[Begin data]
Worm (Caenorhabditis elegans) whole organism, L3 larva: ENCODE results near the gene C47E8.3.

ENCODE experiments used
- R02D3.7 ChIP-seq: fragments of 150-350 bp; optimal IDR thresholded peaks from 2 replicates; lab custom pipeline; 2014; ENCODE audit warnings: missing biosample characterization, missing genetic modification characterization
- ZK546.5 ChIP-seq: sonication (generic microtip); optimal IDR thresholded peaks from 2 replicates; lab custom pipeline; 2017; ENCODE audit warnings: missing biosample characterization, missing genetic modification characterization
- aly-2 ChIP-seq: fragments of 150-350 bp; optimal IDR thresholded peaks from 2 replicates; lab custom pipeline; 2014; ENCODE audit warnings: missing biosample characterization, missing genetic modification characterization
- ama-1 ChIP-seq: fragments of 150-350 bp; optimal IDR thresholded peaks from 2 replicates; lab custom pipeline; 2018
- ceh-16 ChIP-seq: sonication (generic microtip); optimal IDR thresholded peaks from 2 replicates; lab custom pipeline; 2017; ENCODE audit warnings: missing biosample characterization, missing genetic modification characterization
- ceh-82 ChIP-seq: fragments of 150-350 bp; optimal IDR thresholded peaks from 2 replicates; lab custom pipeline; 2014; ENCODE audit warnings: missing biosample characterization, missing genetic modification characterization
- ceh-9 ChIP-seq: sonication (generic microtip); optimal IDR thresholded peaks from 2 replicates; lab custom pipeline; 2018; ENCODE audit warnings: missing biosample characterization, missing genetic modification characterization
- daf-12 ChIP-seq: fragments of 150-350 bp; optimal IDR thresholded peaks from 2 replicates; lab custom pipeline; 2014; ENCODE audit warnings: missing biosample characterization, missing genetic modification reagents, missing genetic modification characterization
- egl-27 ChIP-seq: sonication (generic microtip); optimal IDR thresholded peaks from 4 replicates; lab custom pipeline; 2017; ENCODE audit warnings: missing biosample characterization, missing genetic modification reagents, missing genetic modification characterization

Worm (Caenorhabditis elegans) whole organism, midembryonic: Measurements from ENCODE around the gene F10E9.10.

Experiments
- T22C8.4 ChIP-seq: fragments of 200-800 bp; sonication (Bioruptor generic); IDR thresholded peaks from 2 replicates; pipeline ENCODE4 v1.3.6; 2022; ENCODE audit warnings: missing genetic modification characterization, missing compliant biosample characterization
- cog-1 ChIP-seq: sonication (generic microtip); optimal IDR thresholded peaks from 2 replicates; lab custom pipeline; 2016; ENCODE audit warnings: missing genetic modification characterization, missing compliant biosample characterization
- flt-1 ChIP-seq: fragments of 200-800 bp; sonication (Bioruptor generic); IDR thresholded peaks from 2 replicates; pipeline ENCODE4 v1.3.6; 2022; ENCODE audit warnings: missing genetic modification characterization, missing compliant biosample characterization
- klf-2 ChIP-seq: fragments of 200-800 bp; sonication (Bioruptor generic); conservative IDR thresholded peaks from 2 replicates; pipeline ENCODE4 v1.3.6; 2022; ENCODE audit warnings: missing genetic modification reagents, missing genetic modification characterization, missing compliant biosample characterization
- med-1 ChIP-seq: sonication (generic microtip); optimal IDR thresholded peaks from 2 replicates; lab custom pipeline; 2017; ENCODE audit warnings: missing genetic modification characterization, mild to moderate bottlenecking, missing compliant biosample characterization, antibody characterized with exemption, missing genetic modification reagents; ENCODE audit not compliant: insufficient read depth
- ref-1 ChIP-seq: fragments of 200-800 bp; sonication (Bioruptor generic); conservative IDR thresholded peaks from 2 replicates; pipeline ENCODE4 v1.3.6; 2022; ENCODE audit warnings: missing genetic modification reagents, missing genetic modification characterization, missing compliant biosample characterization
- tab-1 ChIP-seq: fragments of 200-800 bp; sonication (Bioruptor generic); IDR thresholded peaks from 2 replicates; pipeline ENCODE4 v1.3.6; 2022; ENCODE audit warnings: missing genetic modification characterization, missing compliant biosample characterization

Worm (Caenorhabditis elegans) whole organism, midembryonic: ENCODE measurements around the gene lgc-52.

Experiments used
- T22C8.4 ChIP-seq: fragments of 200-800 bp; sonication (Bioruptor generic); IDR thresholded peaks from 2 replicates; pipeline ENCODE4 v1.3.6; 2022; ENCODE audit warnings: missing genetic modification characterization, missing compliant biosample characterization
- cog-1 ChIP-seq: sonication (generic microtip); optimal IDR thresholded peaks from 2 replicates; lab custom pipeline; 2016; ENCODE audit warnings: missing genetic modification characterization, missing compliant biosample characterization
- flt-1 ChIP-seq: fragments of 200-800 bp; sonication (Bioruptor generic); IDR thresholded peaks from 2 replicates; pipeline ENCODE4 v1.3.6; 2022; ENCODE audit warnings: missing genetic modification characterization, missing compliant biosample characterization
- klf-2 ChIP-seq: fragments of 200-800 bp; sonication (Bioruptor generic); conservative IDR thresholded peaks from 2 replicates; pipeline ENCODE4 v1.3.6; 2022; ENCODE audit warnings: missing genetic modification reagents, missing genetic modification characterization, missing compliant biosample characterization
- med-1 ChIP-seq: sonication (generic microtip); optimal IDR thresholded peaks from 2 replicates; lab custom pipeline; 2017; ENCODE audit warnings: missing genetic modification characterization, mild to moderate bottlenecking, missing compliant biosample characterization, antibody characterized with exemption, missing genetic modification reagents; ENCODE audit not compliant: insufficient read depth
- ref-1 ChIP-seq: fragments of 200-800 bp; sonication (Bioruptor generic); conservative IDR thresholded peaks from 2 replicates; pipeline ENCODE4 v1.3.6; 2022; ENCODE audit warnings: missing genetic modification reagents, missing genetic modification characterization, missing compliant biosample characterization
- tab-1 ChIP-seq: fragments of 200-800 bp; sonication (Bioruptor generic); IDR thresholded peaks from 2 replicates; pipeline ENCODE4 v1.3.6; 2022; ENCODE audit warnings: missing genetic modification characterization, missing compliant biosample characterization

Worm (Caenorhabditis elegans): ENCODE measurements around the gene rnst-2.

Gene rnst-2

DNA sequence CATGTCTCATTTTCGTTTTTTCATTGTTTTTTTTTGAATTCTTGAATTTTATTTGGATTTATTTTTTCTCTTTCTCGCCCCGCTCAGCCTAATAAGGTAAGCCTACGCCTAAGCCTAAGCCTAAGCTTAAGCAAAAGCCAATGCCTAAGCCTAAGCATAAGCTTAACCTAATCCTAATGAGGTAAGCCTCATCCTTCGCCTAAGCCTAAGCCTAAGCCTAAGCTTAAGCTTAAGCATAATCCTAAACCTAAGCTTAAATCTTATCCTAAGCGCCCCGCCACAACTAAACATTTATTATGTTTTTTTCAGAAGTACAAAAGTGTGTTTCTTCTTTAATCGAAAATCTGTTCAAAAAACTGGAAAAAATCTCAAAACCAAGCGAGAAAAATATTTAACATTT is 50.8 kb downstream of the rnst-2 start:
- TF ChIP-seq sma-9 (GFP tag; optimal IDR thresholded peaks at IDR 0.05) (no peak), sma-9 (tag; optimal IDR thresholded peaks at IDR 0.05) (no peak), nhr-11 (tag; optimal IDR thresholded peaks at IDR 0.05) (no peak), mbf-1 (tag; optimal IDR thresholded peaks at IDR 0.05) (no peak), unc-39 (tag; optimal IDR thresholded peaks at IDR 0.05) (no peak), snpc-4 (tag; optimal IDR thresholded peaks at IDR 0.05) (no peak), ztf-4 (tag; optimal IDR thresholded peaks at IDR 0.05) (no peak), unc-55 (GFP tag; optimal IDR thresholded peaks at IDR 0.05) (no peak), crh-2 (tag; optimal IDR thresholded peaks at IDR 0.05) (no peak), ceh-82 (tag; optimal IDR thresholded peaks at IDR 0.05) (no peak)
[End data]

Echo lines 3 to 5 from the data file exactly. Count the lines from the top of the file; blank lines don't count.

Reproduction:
- R02D3.7 ChIP-seq: fragments of 150-350 bp; optimal IDR thresholded peaks from 2 replicates; lab custom pipeline; 2014; ENCODE audit warnings: missing biosample characterization, missing genetic modification characterization
- ZK546.5 ChIP-seq: sonication (generic microtip); optimal IDR thresholded peaks from 2 replicates; lab custom pipeline; 2017; ENCODE audit warnings: missing biosample characterization, missing genetic modification characterization
- aly-2 ChIP-seq: fragments of 150-350 bp; optimal IDR thresholded peaks from 2 replicates; lab custom pipeline; 2014; ENCODE audit warnings: missing biosample characterization, missing genetic modification characterization